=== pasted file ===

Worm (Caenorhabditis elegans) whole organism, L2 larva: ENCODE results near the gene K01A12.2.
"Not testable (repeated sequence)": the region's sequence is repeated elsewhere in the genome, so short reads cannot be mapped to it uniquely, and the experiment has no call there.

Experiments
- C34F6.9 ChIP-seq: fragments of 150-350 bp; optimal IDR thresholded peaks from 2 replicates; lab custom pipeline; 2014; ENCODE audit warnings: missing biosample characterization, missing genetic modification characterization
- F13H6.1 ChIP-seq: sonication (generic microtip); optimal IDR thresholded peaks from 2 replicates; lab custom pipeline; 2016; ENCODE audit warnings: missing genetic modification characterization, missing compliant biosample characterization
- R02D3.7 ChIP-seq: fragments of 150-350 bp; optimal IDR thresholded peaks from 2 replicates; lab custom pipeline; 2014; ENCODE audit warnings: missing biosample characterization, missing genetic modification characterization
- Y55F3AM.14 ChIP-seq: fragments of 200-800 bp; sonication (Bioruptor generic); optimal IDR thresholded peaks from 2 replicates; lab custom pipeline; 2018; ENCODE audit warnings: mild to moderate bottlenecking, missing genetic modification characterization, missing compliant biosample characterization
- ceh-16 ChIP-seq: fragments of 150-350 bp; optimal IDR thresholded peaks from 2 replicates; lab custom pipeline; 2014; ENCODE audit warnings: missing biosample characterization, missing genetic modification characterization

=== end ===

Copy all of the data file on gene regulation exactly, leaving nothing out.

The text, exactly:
Worm (Caenorhabditis elegans) whole organism, L2 larva: ENCODE results near the gene K01A12.2.
"Not testable (repeated sequence)": the region's sequence is repeated elsewhere in the genome, so short reads cannot be mapped to it uniquely, and the experiment has no call there.

Experiments
- C34F6.9 ChIP-seq: fragments of 150-350 bp; optimal IDR thresholded peaks from 2 replicates; lab custom pipeline; 2014; ENCODE audit warnings: missing biosample characterization, missing genetic modification characterization
- F13H6.1 ChIP-seq: sonication (generic microtip); optimal IDR thresholded peaks from 2 replicates; lab custom pipeline; 2016; ENCODE audit warnings: missing genetic modification characterization, missing compliant biosample characterization
- R02D3.7 ChIP-seq: fragments of 150-350 bp; optimal IDR thresholded peaks from 2 replicates; lab custom pipeline; 2014; ENCODE audit warnings: missing biosample characterization, missing genetic modification characterization
- Y55F3AM.14 ChIP-seq: fragments of 200-800 bp; sonication (Bioruptor generic); optimal IDR thresholded peaks from 2 replicates; lab custom pipeline; 2018; ENCODE audit warnings: mild to moderate bottlenecking, missing genetic modification characterization, missing compliant biosample characterization
- ceh-16 ChIP-seq: fragments of 150-350 bp; optimal IDR thresholded peaks from 2 replicates; lab custom pipeline; 2014; ENCODE audit warnings: missing biosample characterization, missing genetic modification characterization